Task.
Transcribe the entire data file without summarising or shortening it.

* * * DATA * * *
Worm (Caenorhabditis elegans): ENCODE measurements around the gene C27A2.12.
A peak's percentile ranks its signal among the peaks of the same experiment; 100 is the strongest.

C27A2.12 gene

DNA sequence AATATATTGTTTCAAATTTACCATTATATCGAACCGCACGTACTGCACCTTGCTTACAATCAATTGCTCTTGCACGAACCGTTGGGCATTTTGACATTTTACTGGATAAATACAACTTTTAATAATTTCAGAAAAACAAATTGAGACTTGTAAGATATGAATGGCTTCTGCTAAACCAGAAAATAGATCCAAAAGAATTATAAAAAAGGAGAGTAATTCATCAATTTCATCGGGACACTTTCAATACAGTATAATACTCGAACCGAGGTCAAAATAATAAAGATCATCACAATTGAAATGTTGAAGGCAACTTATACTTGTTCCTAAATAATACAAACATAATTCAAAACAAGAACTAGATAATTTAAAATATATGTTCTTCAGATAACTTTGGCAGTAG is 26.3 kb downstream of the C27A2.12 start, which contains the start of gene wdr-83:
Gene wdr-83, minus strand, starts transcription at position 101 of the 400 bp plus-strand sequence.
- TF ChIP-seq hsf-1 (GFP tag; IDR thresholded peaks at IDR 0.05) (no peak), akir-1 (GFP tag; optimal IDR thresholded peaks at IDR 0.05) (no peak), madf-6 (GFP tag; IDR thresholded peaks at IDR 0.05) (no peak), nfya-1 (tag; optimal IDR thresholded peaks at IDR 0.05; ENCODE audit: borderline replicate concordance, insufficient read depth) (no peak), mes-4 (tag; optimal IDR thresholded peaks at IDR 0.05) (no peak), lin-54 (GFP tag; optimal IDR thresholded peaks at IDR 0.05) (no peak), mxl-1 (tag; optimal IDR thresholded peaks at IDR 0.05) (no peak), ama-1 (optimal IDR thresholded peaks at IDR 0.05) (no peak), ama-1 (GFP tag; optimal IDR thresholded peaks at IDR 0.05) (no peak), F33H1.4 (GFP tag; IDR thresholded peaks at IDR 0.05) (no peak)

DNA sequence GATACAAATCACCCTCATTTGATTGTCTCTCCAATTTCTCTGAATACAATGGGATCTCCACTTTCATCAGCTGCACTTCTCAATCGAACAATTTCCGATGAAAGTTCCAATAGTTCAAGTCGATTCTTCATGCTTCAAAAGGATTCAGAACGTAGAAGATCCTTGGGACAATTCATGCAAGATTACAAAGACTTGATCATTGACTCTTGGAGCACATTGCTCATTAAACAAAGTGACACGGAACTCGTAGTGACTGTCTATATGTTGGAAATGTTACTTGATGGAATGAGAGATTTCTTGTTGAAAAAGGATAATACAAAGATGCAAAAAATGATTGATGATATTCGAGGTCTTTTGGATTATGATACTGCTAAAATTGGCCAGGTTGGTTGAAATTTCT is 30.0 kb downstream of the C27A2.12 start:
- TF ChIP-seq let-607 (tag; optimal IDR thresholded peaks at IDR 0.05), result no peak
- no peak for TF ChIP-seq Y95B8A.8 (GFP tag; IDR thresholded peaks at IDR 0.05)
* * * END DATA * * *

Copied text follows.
Worm (Caenorhabditis elegans): ENCODE measurements around the gene C27A2.12.
A peak's percentile ranks its signal among the peaks of the same experiment; 100 is the strongest.

C27A2.12 gene

DNA sequence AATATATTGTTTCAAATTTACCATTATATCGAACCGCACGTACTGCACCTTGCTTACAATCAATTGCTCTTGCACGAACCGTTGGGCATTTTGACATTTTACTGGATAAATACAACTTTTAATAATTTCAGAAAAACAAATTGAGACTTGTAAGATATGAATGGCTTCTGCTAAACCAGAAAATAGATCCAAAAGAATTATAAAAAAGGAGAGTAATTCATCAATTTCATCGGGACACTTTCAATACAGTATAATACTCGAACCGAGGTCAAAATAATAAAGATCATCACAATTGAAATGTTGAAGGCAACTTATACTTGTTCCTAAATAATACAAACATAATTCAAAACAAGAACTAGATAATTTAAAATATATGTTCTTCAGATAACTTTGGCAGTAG is 26.3 kb downstream of the C27A2.12 start, which contains the start of gene wdr-83:
Gene wdr-83, minus strand, starts transcription at position 101 of the 400 bp plus-strand sequence.
- TF ChIP-seq hsf-1 (GFP tag; IDR thresholded peaks at IDR 0.05) (no peak), akir-1 (GFP tag; optimal IDR thresholded peaks at IDR 0.05) (no peak), madf-6 (GFP tag; IDR thresholded peaks at IDR 0.05) (no peak), nfya-1 (tag; optimal IDR thresholded peaks at IDR 0.05; ENCODE audit: borderline replicate concordance, insufficient read depth) (no peak), mes-4 (tag; optimal IDR thresholded peaks at IDR 0.05) (no peak), lin-54 (GFP tag; optimal IDR thresholded peaks at IDR 0.05) (no peak), mxl-1 (tag; optimal IDR thresholded peaks at IDR 0.05) (no peak), ama-1 (optimal IDR thresholded peaks at IDR 0.05) (no peak), ama-1 (GFP tag; optimal IDR thresholded peaks at IDR 0.05) (no peak), F33H1.4 (GFP tag; IDR thresholded peaks at IDR 0.05) (no peak)

DNA sequence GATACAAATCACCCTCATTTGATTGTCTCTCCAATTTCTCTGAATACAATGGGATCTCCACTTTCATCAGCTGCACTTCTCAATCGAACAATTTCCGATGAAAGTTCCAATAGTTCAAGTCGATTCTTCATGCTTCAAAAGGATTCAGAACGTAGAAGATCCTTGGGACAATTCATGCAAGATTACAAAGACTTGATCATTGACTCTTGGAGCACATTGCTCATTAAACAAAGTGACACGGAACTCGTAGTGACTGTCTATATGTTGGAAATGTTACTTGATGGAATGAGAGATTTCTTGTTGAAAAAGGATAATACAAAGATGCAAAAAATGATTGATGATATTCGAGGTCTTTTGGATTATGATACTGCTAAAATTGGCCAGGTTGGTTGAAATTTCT is 30.0 kb downstream of the C27A2.12 start:
- TF ChIP-seq let-607 (tag; optimal IDR thresholded peaks at IDR 0.05), result no peak
- no peak for TF ChIP-seq Y95B8A.8 (GFP tag; IDR thresholded peaks at IDR 0.05)